Thursday September 21st, 2017 4:51AM

Environmental group's report singles out Glades Reservoir

By The Associated Press
RICHMOND, Va. (AP) -- The Southern Environmental Law Center is out with its latest endangered places in the Southeast and there are some familiar items among the top 10 - including a series of reservoirs planned around Atlanta.

The list released Thursday includes places in six states that the environmental group said face the threat of intrusive development, such as proposed highways and energy projects. It includes, for instance, Southside Virginia and what it calls the continuing threat of uranium mining; and a proposed timber sale within view of the Blue Ridge Parkway near Asheville, N.C. Some 472 acres of forest could be lost, the SELC said.

Other entries include two unlined coal ash ponds near Myrtle Beach, S.C., that are leaking high levels of arsenic; and plans for reservoirs in the Atlanta area that the SELC says are "not needed and threaten water supplies for downstream communities, numerous headwater streams and aquatic ecosystems."


As for the planned Atlanta area reservoirs, Hall County's Glades reservoir is singled-out in the report.

According to the SELC, the persistent growth and sprawl of metro Atlanta has led to "reckless and unnecessary" plans for water supply reservoirs. Disregarding cheaper alternatives, such as using water from the already-existing Lake Lanier, numerous proposals for reservoirs span North Georgia. Reservoirs destroy the streams they dam and their surrounding areas, with ripple effects that spread to downstream waterways and communities."

The group notes that many of these proposed reservoirs are located in the headwaters of Georgia's major rivers, including the Chattahoochee - a source of drinking water for downstream communities in Georgia, Alabama, and Florida, and a key focal point in the decades-long Tri-State Water Wars. Additional reservoirs on this system can siphon off water at a rate of millions of gallons per day, and their large surface areas result in a net loss of water through evaporation."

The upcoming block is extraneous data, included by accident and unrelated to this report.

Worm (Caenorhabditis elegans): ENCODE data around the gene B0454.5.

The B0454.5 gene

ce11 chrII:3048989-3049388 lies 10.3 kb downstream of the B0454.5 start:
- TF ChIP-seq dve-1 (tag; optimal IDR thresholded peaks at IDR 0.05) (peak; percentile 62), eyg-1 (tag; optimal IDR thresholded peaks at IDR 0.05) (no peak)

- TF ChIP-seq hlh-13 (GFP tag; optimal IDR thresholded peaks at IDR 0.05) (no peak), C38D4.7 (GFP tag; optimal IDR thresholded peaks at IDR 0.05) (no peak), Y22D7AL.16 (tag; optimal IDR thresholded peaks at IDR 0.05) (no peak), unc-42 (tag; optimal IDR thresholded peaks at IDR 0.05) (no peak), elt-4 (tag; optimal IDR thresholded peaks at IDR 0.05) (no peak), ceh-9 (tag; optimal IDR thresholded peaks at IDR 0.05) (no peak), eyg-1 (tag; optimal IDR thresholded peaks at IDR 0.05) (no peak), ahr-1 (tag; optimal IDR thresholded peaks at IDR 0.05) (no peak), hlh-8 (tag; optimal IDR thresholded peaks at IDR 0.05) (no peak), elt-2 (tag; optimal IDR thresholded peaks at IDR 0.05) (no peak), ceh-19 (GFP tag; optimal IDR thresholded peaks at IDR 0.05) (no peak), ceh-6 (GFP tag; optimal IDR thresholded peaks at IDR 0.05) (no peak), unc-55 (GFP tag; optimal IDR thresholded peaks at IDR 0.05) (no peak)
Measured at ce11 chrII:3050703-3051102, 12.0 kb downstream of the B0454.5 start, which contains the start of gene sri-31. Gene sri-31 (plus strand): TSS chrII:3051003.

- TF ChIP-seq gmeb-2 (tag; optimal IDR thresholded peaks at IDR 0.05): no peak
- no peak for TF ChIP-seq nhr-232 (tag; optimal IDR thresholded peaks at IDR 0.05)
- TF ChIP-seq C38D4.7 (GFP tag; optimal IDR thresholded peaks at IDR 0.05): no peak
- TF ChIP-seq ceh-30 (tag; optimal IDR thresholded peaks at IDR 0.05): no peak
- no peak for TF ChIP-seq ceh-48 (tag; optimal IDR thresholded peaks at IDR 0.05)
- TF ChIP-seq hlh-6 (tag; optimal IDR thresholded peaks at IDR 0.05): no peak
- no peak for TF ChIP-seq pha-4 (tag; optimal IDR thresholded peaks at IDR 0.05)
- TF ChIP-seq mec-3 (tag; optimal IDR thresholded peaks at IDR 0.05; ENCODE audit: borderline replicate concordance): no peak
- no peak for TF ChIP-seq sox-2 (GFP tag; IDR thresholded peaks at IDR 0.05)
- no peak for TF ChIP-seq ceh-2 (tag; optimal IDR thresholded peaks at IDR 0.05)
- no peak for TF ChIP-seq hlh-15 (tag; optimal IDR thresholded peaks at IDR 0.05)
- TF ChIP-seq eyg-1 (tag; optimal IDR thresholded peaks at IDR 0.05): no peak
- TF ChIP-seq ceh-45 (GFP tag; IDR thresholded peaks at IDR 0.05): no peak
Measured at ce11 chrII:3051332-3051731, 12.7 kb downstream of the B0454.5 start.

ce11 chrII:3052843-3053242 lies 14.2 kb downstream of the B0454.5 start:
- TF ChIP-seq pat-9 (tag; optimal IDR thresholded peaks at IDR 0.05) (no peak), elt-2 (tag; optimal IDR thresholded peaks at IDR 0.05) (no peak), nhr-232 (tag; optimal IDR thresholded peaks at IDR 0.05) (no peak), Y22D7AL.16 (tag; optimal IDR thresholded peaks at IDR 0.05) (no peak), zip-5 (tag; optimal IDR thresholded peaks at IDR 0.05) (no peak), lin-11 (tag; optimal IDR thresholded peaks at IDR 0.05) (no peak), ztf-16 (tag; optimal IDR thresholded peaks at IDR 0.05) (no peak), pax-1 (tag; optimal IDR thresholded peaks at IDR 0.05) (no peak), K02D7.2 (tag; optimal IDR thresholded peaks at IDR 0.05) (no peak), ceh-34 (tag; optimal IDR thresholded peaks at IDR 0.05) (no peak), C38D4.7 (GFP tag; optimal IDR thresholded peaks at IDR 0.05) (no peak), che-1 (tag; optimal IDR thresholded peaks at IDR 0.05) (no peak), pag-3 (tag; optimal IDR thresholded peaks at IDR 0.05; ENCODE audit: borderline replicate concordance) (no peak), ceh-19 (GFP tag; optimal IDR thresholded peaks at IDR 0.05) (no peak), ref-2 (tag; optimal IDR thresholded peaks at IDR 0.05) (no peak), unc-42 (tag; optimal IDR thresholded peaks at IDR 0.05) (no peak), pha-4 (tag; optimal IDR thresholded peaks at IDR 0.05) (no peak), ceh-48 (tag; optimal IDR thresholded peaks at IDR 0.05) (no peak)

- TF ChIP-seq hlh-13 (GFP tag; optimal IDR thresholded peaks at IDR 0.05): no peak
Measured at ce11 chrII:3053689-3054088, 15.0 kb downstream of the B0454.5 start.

Hall County's Flat Creek, located at historical Glades Farm, is at the forefront of these destructive reservoir proposals, the report says. "This project would result in the loss of 25 miles of streams and 850 acres of the rural farmland to flooding, ruining the beauty of the farm and impacting the waters that supply metro Atlanta. This unnecessary project's true purpose appears to be an amenity for future waterfront homes, funded by the taxpayers of Georgia."

The SELC says is actively involved in monitoring several "unnecessary reservoir proposals and will urge federal and state regulators to conduct thorough analyses of their environmental impacts and to give full consideration to less costly and less harmful alternatives, as required by law."

To protect Flat Creek, the SELC says it is asking the U.S. Army Corps of Engineers to show in their forthcoming environmental impact statement that, in fact, the Glades Farm reservoir is not needed, that it would decrease overall water availability through increased evaporation, and that evidence suggests its true purpose may be to create waterfront property for a future development.

County spokeswoman Katie Crumley said she had been advised to refer all media inquiries on the matter to the U.S. Army Corps of Engineers "since that is who is overseeing the permitting process."


The other entries on the endangered list, the fifth annual edition, and an SELC description of the threats are:

Alabama: Talladega National Forest, which faces pressure to allow a drilling process known as fracking, which the SELC said threatens drinking water supplies and could bring industrial operations to camping and hiking areas.

North Carolina: Alligator River National Wildlife Refuge, threatened by plans to widen U.S. 64, destroying 300 acres of wetland and habitat for the last wild population of red wolves; Cape Fear Basin, a cement plant proposed near Wilmington that would destroy 1,000 acres of wetlands.

Tennessee: GoForth Creek Canyon on the Ocoee Scenic Byway, a new highway through the Cherokee National Forest.

Virginia: A proposed $224 million bypass that would scar the city that is home to the University of Virginia; and the Coalfields Expressway through the rural southwest region of the state.

The SELC's Nat Mund, the group's legislative director, said there is no reason states should have to choose "between a healthy environment and a healthy economy" when investments in clean energy can achieve both.

('s Ken Stanford contributed to this report.)
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